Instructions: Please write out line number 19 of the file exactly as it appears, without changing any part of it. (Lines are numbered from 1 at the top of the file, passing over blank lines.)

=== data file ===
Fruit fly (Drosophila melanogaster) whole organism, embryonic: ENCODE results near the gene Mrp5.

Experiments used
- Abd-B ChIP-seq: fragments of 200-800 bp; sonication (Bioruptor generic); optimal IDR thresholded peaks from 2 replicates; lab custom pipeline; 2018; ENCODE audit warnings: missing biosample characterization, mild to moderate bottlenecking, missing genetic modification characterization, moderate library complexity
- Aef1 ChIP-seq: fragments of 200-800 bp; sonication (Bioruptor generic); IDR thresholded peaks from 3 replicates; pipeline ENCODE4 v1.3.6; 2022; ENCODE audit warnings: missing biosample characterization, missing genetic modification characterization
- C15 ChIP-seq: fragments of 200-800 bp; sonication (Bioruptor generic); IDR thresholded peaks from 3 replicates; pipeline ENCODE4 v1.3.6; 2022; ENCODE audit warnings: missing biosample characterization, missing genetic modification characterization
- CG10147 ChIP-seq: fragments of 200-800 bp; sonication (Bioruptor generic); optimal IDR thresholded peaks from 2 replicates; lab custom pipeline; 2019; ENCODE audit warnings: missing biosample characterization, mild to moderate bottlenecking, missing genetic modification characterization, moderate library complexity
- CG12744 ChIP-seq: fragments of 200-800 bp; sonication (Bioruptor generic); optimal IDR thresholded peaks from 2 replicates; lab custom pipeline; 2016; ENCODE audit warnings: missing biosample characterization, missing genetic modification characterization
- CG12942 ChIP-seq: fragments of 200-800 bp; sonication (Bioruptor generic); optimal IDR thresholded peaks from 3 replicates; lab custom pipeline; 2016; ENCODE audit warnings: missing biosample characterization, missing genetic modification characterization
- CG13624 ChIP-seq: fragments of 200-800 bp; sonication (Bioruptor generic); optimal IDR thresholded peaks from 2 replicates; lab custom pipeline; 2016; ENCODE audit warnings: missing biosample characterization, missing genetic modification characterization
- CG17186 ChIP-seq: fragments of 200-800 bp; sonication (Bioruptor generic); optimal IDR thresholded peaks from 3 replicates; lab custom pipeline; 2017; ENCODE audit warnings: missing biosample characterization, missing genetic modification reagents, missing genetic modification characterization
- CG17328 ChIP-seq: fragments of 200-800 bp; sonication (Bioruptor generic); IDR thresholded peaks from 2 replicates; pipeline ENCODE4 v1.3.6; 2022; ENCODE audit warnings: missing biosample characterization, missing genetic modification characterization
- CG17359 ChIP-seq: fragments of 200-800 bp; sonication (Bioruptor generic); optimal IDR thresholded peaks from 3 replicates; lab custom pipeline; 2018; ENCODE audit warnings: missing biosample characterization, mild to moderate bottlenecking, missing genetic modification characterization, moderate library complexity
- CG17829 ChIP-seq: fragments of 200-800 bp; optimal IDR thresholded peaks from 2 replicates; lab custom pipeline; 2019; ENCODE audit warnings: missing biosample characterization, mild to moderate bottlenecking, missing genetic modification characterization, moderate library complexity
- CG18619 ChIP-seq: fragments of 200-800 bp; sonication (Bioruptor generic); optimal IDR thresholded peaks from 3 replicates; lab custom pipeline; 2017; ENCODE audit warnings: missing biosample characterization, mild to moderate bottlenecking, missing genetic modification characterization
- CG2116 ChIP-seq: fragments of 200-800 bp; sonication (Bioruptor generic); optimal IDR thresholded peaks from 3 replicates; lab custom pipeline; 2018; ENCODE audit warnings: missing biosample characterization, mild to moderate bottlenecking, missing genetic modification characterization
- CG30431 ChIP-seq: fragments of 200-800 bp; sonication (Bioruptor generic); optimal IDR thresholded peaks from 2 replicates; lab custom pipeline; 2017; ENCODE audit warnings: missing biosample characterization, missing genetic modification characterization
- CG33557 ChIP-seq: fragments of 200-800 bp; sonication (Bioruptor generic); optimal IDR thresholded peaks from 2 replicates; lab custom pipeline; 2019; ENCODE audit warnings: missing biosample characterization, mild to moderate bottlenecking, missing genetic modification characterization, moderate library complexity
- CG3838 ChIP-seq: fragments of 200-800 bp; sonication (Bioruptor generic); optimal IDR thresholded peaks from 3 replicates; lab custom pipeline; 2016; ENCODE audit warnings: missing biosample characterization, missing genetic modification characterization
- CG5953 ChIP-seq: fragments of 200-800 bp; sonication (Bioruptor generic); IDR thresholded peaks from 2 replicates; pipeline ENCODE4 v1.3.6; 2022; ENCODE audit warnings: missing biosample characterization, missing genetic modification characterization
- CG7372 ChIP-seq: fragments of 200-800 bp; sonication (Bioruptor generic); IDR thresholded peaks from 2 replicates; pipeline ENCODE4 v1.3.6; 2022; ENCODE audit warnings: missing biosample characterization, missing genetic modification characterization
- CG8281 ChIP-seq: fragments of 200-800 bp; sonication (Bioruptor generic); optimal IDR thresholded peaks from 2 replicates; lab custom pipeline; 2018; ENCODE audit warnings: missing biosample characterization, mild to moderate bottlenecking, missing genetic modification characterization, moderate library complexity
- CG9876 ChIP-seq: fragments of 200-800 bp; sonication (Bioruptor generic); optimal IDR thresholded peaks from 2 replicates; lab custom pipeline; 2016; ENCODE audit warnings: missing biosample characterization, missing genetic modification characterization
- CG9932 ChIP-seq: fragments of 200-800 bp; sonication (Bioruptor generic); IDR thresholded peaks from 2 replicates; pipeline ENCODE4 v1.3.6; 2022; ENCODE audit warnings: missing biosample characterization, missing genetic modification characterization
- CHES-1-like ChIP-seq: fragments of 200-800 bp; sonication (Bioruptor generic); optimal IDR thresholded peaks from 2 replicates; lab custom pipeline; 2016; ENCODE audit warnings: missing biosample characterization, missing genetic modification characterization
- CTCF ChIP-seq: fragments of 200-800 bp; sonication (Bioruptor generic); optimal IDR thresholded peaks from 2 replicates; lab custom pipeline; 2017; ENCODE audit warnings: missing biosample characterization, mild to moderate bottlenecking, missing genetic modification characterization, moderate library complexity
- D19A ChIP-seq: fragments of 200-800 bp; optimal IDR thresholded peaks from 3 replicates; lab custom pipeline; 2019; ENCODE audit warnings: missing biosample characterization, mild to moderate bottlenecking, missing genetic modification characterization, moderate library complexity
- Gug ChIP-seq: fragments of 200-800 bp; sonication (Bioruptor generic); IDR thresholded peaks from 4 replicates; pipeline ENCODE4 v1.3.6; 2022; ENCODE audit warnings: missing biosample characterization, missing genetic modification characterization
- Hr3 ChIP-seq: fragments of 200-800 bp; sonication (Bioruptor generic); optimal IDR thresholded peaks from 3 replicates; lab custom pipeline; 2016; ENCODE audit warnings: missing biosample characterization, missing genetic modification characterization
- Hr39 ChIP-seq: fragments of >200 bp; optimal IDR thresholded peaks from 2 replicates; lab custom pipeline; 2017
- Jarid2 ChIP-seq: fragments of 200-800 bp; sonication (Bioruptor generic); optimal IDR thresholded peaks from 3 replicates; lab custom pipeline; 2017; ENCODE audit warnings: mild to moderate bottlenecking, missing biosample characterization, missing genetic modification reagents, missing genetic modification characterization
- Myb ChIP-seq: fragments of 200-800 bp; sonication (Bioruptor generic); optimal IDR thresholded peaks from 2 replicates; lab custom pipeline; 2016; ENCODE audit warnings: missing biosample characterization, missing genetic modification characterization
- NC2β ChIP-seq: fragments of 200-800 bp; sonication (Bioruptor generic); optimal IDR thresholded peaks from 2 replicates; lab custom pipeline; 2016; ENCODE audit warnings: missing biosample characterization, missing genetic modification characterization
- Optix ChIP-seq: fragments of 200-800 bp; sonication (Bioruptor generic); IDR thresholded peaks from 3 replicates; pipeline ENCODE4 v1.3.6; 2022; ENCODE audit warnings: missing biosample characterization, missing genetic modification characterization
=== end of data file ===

- CG5953 ChIP-seq: fragments of 200-800 bp; sonication (Bioruptor generic); IDR thresholded peaks from 2 replicates; pipeline ENCODE4 v1.3.6; 2022; ENCODE audit warnings: missing biosample characterization, missing genetic modification characterization